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    Sweaty is a Relative Word

    Every Friday morning, after I work out, I treat myself to a sauna session.  When I first started going, I could only stay in for a few minutes before my skin felt like it was on fire and I would burst out the door gasping for air.

    Overtime, I have built up to about 20-minutes.  I start off laying on my back with my legs up the wall.  Looking for fresh blood and oxygen to rush to my brain for some extra nourishment (I need all the help I can get), I stay in that position until all the blood that insulates my toes leaves and it feels like I’m walking on hot coals.

    Then I do a little stretching and before I know it 20-minutes is up.  My reward is leaving sweaty, cleansed and surprisingly refreshed as the cold air hits the perspiration on my skin.

    I thought I was already acclimated to intense heat, so when some friends asked if my husband Scott and I would like to do a sweat lodge ceremony, my immediate answer was YES!  We took a group with us out to a ranch just outside Austin, to engage in the Lakota tribe ritual.

    The family that hosted our experience was a group of loving, kindhearted people and I immediately felt welcomed into their home.  We had the opportunity to take part in the building of the fire, which is a spiritual ceremony in itself.  We chose 36-rocks to be heated by the fire in preparation for the sweat lodge.

    While the rocks were being warmed, we created meaningful offerings made from tobacco,  one of Nature’s gifts that are considered precious to the Native American people.  By that time the stones were almost ready for use.

    The lodge was much smaller than I had envisioned, about the size of a four-person tent with a very low ceiling.  We covered the domed, framed structure with blankets and after about four hours of preparation, it was time to initiate the ceremony.

    The Chief arrived to lead the ceremony and his six sons, other relatives and friends joined us to support the experience.  We followed the Chief into the lodge one-by-one until all 16 of us were sitting knee to knee around a pit in the ground.

    The Chief was wonderful about explaining the purpose and the process of the ceremony.  He was extremely compassionate towards us first-timers and his words made my nerves feel at ease.

    He gave a heart-felt prayer of thanks and gratitude for each “rock person”, as his sons shoveled the steaming rocks into the pit.  Then the flap of the lodge was closed and it was pitch black, except for the light of the glowing stones.

    Another prayer was made for the water, as he poured it on the rocks and a powerful wave of heat moved over my skin.  All the lights went out and I stared into a sea of black.

    My first thought went to worrying about everyone in our group.  Would they be alright?  Was this too much for them?  And then I let myself relax as my heart was drawn into the powerful rhythm of the Native American drums and singing.

    The steam and heat continued to build as the music became more intense. Sweat poured out of every inch of my body, as I absorbed all the energy around me.  My mind took me to another place where all my ancestors, generation after generation, surrounded me with love and support.

    And then suddenly the first round stopped, the flaps of the coverings were opened and the cool night air hit my skin.  My body and mind were relieved for the break, since I was expecting it to go longer than it did.  And I never felt so grateful to breath in the fresh, country air.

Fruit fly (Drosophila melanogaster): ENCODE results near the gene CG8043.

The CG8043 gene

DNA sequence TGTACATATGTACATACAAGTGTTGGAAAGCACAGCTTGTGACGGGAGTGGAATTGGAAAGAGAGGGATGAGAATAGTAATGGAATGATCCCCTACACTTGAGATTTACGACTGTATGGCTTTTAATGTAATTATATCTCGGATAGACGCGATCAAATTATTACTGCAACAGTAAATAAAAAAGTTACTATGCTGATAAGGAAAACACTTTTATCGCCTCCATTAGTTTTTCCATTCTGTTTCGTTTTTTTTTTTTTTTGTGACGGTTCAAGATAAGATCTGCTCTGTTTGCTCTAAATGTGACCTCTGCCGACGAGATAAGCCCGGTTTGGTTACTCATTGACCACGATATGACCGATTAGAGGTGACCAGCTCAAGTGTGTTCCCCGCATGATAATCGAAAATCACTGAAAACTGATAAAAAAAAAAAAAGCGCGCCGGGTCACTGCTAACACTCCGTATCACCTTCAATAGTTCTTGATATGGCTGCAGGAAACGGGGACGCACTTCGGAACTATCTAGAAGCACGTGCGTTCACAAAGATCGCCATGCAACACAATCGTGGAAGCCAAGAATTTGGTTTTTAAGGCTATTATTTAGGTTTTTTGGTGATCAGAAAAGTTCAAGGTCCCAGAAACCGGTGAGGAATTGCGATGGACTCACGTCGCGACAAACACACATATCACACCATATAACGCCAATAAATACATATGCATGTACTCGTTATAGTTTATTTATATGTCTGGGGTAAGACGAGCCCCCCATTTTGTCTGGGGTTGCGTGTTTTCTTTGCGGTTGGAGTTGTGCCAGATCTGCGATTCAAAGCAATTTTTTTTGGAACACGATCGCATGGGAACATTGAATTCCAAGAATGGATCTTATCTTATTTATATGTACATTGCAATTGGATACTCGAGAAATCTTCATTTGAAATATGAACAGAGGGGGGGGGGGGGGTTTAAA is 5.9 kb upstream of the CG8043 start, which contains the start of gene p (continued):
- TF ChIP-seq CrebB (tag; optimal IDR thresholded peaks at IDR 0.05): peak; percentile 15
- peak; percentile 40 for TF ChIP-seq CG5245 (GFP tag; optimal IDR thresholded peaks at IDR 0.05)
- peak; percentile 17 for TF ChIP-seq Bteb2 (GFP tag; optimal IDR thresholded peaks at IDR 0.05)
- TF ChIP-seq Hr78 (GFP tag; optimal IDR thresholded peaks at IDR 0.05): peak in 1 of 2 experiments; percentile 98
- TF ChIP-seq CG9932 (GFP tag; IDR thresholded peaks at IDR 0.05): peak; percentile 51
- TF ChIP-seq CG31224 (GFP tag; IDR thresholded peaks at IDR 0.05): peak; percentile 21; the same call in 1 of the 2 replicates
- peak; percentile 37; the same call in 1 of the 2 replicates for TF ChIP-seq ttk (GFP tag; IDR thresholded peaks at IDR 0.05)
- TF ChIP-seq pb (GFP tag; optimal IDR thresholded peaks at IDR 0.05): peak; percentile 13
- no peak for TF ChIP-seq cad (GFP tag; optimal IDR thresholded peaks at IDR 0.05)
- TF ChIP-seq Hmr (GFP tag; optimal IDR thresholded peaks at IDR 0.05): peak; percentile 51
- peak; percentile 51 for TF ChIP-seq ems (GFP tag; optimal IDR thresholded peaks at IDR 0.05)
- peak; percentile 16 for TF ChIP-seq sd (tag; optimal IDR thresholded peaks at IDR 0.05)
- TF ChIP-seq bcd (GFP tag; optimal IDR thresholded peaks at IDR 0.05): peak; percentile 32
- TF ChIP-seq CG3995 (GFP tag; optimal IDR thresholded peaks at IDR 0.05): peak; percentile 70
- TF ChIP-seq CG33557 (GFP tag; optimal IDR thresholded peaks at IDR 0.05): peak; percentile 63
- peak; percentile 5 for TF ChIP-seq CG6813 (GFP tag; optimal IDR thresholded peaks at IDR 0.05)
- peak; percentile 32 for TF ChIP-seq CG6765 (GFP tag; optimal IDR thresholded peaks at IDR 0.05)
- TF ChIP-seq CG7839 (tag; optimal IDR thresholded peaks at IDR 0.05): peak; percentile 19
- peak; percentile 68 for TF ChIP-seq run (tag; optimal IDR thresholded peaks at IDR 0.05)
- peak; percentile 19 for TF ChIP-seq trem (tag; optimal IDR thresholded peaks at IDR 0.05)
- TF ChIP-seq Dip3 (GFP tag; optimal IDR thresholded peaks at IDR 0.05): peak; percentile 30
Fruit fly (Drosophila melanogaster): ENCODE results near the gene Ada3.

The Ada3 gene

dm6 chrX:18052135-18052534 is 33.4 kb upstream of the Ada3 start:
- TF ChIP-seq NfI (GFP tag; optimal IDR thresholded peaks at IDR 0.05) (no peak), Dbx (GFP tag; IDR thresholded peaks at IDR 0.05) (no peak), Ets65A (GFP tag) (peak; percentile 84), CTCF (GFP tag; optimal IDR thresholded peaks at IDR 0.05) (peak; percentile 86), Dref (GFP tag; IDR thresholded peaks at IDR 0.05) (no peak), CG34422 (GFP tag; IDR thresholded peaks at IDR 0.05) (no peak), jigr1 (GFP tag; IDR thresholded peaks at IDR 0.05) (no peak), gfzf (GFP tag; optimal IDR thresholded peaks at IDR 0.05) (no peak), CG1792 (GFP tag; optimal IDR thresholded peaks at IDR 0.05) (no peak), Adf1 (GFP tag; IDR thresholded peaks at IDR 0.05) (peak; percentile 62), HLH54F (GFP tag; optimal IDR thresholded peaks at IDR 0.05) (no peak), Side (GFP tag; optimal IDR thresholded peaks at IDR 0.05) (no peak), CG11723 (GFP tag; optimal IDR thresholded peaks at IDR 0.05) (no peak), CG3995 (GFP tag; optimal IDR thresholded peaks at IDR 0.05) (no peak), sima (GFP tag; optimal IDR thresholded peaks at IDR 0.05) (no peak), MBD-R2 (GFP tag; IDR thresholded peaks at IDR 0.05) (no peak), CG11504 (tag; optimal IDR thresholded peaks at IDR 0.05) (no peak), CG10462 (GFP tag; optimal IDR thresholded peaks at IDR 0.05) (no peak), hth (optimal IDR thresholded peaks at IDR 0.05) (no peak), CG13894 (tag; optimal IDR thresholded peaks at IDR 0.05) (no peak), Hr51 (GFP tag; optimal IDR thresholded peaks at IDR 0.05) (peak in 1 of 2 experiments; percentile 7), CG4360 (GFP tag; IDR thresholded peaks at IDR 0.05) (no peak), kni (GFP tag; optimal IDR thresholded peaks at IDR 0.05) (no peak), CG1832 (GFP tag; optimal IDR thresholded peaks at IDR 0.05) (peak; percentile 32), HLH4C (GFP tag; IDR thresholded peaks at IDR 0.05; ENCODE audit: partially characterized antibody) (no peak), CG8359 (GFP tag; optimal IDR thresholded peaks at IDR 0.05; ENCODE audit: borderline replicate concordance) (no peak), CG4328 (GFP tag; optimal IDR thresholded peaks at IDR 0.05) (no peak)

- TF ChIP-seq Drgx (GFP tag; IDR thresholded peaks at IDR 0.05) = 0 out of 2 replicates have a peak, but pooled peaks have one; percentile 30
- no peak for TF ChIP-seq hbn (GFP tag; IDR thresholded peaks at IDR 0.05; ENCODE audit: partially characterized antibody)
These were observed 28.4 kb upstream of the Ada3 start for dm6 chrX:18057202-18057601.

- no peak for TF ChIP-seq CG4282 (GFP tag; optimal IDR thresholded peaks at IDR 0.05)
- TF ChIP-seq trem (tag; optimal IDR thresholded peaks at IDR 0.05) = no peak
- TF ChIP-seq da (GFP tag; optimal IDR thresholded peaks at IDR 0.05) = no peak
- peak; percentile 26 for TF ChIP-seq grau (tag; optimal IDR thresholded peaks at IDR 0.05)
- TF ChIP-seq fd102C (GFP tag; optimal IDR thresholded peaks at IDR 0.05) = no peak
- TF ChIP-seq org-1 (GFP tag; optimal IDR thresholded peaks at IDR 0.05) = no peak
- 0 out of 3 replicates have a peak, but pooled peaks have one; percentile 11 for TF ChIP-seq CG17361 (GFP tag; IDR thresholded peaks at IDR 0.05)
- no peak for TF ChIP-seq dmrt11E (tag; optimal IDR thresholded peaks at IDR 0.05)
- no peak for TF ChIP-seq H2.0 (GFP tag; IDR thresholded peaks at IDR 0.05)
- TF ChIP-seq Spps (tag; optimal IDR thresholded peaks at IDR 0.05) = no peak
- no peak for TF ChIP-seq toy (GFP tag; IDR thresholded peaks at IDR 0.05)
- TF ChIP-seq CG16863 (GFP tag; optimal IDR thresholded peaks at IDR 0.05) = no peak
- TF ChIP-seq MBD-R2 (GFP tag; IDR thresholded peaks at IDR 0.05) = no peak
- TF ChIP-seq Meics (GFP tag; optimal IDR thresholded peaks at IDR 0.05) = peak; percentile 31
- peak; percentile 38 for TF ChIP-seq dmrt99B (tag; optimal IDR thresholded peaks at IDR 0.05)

We did three more rounds, each one bringing more intense heat as the number of stones increased.  At the start of every ceremony, my mind would initially go strait to worrying about others.  It was interesting to observe my patterns under stress.  I continued to talk to myself during each session, saying “Just breath, just breath”.  My confidence started to build as we approached the fourth round and I knew I could make it to the end. And then it was over.

    We closed with prayers of thanks and gratitude for Nature, Mother Earth and each other.  I felt an intense amount of love and connection within the lodge and my heart was exploding with the experience.

    My entire body and clothes were drenched in sweat.  I stepped out into the night air, filled with appreciation for being a part of this incredible sacred custom.  This is what I crave on a daily basis – ceremony, ritual and connection with Spirit.  I am so grateful for the unbelievable support of our host family and friends, who guided us on an extraordinary journey within.

    Have you ever craved a deeper connection with yourself and the universe? Join me for my last retreat in the U.S. before we take off on our big round-the-world adventure.  Our 5th annual Women’s Weekend Wellness Retreat coming up this May 18th-20th in Wimberley, Texas is the perfect place for a personal journey.  ONLY ONE SPACE LEFT!!!

    Or meet us on the first pit stop of our trip on the beautiful shores of tropical Costa Rica.  Scott and I would love for you to join us for our 8th annual Costa Rica Yoga Retreat June 30th-July 7th, 2018.  Can’t make this retreat in July, but always wanted to go?  We are holding another fabulous Costa Rica Retreat January 12th-19th, 2019!  More details to come!  

    Guatemala anyone??? I am so excited to partner with Rod Hairston on this Journey to the Heart Retreat on the shores of mystical Lago Atitlan in Guatemala November 3rd-10th. This is going to be a full mind-body-spirit immersion into the local Mayan culture through transformative workshops, yoga, ceremony, meditation, chanting and dance. Three powerful volcanoes and the beautiful lago will be our backdrop as we embark on a Journey to the Heart.  Visit www.growth-u.com/events for details and to register today!